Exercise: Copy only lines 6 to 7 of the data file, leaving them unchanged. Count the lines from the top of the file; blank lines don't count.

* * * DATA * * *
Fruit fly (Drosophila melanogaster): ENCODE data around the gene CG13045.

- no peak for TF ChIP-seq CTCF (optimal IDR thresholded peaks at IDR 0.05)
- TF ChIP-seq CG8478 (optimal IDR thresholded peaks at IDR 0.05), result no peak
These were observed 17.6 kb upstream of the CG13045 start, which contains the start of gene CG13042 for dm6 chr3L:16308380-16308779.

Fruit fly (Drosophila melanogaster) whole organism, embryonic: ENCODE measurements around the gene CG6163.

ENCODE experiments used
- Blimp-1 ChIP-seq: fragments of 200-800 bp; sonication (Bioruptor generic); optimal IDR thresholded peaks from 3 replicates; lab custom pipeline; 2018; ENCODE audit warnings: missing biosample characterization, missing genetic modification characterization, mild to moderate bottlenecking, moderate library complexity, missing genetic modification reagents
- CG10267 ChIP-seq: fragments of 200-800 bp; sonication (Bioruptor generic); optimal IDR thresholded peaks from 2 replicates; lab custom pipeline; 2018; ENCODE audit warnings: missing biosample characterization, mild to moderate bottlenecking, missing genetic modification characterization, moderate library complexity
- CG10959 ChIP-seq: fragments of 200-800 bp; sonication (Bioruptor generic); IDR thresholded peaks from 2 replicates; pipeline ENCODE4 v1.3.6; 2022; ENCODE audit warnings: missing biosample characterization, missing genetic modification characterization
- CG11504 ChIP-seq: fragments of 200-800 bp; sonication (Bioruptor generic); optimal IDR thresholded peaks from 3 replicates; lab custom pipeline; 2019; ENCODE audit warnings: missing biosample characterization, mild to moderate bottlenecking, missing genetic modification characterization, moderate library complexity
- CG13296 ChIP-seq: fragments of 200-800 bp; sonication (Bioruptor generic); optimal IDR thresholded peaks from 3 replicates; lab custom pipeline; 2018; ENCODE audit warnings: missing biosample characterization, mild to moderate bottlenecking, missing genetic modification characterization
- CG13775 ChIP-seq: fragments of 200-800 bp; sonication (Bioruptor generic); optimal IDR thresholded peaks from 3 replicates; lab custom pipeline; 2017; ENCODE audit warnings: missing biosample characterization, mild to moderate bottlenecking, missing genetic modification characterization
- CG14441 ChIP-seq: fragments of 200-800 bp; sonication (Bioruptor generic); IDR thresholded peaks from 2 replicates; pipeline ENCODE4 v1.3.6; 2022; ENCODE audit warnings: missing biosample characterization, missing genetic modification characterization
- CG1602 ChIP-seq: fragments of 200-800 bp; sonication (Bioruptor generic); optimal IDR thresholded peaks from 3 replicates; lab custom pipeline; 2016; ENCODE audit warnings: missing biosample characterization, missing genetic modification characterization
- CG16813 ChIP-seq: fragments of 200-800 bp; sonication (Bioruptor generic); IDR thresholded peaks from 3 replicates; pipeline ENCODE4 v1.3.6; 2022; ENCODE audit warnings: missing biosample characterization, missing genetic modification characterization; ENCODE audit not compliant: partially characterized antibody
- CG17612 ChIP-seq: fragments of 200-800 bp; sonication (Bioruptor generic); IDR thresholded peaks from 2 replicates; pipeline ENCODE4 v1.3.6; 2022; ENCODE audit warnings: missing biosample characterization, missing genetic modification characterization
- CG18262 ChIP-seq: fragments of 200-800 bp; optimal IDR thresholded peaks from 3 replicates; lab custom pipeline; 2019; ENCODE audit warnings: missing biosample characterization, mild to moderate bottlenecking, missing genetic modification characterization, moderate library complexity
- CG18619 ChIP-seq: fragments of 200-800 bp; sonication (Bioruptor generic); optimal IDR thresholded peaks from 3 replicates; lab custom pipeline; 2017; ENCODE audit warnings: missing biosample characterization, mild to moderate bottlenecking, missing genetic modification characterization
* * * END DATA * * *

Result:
ENCODE experiments used
- Blimp-1 ChIP-seq: fragments of 200-800 bp; sonication (Bioruptor generic); optimal IDR thresholded peaks from 3 replicates; lab custom pipeline; 2018; ENCODE audit warnings: missing biosample characterization, missing genetic modification characterization, mild to moderate bottlenecking, moderate library complexity, missing genetic modification reagents